There are a couple of debates that simmer in golf with no obvious resolution, old faithful topics that can always be drawn on by a golf writer struggling for a column idea.
The distance debate; should divots in the fairway be treated as GUR; ways the handicapping system could be improved and why the rules governing the game need to be simplified.
All are capable of eliciting the response: ‘Ah, THAT old chestnut’, as indeed is today’s chosen topic.
Holding its head up proudly in the never-to-be-resolved category is the ‘walk v ride’ discussion.
Every few months this one seems to play out (usually on social media) and often follows the same pattern.
It usually starts innocently enough with a golfer proclaiming – often after a visit to the linksland of Scotland – the joy of having walked a particular course and how the experience would have been diminished by riding a cart.
Almost immediately someone will counter with the argument that for some golfers, health issues preclude them from walking a full 18 holes.
This will be accepted by all as a reasonable position but then, magically, the discussion will quickly degenerate into all-out war despite peace having seemingly been negotiated.
For the record, your correspondent is in the camp that believes golf is better when experienced on foot.
However, this is in no way a condemnation of those who choose – as is their right – to take a cart for play, whatever their reason.
Leaving aside the internal golf discussion about which is preferable and why there is, as always, a bigger picture to be considered in this debate.
On a recent State of the Game podcast (yes, that is shameless self-promotion for those following along closely at home) fellow Golf Australia magazine writer Mike Clayton suggested he didn’t feel his age.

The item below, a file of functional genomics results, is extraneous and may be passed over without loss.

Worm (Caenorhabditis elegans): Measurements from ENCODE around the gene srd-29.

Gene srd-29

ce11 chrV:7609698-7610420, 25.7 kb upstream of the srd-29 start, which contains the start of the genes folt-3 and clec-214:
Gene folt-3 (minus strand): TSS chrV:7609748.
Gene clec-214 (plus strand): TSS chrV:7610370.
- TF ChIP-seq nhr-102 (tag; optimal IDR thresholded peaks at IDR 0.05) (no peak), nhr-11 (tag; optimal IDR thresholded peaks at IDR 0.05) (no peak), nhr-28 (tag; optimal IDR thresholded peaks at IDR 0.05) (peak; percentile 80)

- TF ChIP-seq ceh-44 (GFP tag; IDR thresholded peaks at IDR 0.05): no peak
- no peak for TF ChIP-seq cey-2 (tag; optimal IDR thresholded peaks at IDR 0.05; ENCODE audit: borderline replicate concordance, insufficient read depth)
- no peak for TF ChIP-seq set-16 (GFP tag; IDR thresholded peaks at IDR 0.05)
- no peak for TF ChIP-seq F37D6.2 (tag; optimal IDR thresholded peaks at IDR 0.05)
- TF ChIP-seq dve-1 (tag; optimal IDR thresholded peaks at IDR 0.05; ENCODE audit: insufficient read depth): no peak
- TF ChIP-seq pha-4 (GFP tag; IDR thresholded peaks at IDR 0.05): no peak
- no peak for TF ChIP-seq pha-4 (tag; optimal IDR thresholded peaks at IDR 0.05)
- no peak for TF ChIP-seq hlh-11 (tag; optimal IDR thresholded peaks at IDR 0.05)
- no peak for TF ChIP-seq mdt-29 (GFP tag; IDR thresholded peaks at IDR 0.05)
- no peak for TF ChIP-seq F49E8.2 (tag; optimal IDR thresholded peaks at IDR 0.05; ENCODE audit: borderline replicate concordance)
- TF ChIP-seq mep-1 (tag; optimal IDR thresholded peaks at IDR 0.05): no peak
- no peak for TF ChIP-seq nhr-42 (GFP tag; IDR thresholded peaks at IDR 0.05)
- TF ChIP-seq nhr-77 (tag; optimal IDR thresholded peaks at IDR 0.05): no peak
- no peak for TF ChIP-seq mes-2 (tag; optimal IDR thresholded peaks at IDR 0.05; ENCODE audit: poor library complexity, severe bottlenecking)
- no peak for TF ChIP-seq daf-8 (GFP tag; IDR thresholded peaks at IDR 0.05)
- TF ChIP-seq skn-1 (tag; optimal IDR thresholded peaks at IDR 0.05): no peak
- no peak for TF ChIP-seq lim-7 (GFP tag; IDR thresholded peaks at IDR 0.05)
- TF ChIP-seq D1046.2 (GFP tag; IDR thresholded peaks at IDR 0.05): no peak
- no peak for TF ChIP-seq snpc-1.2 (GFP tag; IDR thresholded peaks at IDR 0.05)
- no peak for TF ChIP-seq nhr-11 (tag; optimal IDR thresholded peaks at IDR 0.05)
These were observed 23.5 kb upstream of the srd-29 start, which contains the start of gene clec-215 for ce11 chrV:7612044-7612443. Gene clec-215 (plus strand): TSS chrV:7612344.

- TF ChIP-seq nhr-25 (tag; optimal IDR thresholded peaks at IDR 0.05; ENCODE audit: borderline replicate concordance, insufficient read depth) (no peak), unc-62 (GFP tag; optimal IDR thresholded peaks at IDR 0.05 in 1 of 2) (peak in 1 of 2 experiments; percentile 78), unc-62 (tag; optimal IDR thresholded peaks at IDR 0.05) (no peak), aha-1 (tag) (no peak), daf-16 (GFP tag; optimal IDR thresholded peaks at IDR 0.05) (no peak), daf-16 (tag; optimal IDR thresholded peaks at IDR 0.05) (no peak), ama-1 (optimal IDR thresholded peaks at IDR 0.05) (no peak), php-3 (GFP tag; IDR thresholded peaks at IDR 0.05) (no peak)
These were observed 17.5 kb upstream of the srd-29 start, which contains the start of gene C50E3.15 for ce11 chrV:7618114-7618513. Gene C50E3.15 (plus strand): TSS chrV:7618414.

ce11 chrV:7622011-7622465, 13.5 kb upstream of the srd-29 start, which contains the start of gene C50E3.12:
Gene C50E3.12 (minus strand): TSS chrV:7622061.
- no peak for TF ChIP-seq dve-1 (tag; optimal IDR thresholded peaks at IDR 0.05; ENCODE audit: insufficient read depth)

“There are those who will tell you golf is not a sport because it doesn’t involve enough physical exertion and if you ride in a cart (when you don’t need to) that might be true ...”
Asked about launching a new design firm at the age of 63, Clayton said he still feels ‘like I’m 30’ and was excited to get on with the new venture, including moving back to England for a portion of the year.
It was an interesting tidbit to consider, particularly for those who know Clayton – and his weekly golf schedule – well.
It would be difficult to imagine anybody, even among fellow professionals, playing as much golf as Clayton. But here’s the important part: without fail, he walks every round.
When Australia’s tournament season rolls around, Clayton will almost always pick up a bag and caddie for one of our up-and-coming young players.
And it’s not unusual for him to carry the bag in the morning then head out and walk the course again following the afternoon play. All four days.
The point of all this isn’t just to sing the praises of Clayton but to wonder whether there is a direct relationship between the amount of walking he does and his still ‘feeling like I’m 30’.
It seems likely there is and at a guess many a health professional would agree.
There are those who will tell you golf is not a sport because it doesn’t involve enough physical exertion and if you ride in a cart (when you don’t need to) that might be true.
But try keeping up with Clayton on foot around a golf course – twice in a day – and you might find yourself singing a different tune.
So do yourself a favour next time you have the choice, walk instead of ride. If you do it often enough you just might get to 63 still feeling like you’re 30.
Rod Morri is founder of the TalkinGolf Podcast Network, home of the State of the Game, Good Good, TalkinGolf History and Feed The Ball podcasts.
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